PHOENIX (CN) – In the latest complaint against for-profit education chains, a Phoenix man claims Huntington Learning Centers sold him a franchise without disclosing that it was “in significant operational and financial decline,” that it “evaluated” students with a fraudulent software program, and that its Arizona franchises were failing.
Christopher Tozzo and his business, Glenchrist Educational, claim in Federal Court that Huntington Learning Centers made “numerous deceptive, incomplete statements and outright misrepresentations that separately and taken together described the HLC System as a growing, financially healthy franchise system and that its franchisees were financially successful.”
Tozzo says he had inquired about buying a franchise in Las Vegas, but Huntington persuaded him to buy a franchise in Glendale, in the Phoenix metroplex. He says the pitch came from defendant Russell Miller, Huntington’s vice president of business development.
Tozzo says Huntington gave him a brochure that “deceptively suggested that HLC franchisees have earned a ‘significant financial return on their investment’ and are ‘earning the kind of return on their investment they initially projected.'”
But Tozzo says that months before he bought the Glendale franchise, “nearly all if not all of the Arizona HLC franchisees were either no longer able to financially operate their respective HLC Centers or were in financial extremis and on the verge of being unable to continue to operate their respective HLC Centers.”
He claims Miller also led, or misled him to believe that the Glendale franchise was paying $2,000 a month to the Phoenix Area Franchisee Advertising Cooperative “to be applied toward current and otherwise ongoing marketing expenses.” But Tozzo says the Phoenix Advertising Co-Op had not been buying any ads for its members, that it was “tens of thousands of dollars in debt to advertisers,” and that his franchise’s monthly $2,000 payments were “being used to pay down tens of thousands of dollars in debt for past advertising that had long ago ceased running in advertising media.”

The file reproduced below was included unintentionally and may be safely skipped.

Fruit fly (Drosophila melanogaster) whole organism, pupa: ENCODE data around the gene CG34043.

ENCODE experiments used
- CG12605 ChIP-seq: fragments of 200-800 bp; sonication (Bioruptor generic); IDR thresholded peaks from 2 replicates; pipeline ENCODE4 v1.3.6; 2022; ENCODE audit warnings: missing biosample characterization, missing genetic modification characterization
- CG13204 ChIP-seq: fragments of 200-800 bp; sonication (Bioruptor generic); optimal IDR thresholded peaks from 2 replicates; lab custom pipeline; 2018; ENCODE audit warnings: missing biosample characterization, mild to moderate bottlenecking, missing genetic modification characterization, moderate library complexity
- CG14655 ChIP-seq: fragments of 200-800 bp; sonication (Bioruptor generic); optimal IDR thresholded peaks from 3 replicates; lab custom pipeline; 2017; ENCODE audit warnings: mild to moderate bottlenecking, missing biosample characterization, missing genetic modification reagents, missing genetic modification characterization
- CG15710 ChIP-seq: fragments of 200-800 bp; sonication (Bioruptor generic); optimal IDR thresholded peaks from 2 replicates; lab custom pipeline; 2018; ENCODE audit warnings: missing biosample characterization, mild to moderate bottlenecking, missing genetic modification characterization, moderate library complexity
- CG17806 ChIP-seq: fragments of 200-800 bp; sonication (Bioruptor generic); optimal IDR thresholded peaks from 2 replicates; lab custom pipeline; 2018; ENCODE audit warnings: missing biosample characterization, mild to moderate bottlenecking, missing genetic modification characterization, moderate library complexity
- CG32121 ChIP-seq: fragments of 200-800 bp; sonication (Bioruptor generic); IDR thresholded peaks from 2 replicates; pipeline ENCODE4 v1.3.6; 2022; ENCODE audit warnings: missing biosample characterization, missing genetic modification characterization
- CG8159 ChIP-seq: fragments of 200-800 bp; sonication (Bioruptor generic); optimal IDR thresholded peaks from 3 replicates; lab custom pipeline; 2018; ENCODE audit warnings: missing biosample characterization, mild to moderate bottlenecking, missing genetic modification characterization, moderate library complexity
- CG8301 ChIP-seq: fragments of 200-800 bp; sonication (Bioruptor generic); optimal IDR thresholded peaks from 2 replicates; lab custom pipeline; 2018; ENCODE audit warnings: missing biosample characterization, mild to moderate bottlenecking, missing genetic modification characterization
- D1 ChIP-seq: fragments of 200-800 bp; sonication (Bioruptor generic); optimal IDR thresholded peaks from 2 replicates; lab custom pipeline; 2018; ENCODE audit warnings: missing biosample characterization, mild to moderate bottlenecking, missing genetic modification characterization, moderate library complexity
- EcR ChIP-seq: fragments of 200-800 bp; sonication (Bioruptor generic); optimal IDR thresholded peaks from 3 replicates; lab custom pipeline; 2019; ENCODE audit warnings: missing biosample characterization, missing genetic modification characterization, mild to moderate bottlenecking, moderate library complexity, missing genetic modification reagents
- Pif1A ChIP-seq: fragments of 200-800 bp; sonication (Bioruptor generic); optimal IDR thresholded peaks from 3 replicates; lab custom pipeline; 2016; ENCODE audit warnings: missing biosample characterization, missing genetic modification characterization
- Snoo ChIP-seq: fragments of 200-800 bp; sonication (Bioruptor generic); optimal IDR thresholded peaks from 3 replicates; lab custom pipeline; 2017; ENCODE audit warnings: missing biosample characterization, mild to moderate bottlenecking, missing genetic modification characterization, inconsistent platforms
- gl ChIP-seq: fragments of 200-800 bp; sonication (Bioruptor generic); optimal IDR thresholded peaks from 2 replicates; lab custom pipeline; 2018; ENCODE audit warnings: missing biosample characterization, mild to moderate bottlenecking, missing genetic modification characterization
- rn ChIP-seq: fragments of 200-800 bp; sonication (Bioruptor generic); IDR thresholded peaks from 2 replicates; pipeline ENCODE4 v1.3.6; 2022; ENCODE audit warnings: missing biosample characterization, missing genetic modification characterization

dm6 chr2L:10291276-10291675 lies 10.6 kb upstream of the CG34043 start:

Tozzo also complains that Huntington required him to license for “several thousands of dollars per year a computer software system entitled Learning Center Operating System,” which allegedly “determined the academic and related needs of the prospective student and the corresponding amount of tutoring.”
But Tozzo says Huntington did not disclose that the program is “rigged” so that all students, even those with perfect scores on the academic evaluation, “are shown to need tutoring, and otherwise the amount of tutoring a child needs is inflated.”
Tozzo says Huntington told him, falsely, that “the franchisee would provide in a professional manner individualized instruction to students”; he says he was unaware that he would be “engaging in deceptive and misleading sales practices to the consuming public” by using the software program.
Huntington Redevelopment, a company “formed to purchase expired and terminated HLC franchise units for the purpose of reselling those units to new or existing franchisees,” and Raymond Huntington and Eileen Huntington, co-founders of Huntington Learning Centers, are also named as defendants in the federal complaint.
Tozzo seeks rescission of the franchise agreement, restitution, and l damages for breach of contract and fraud.
He is represented by Peter Greenfeld of Phoenix.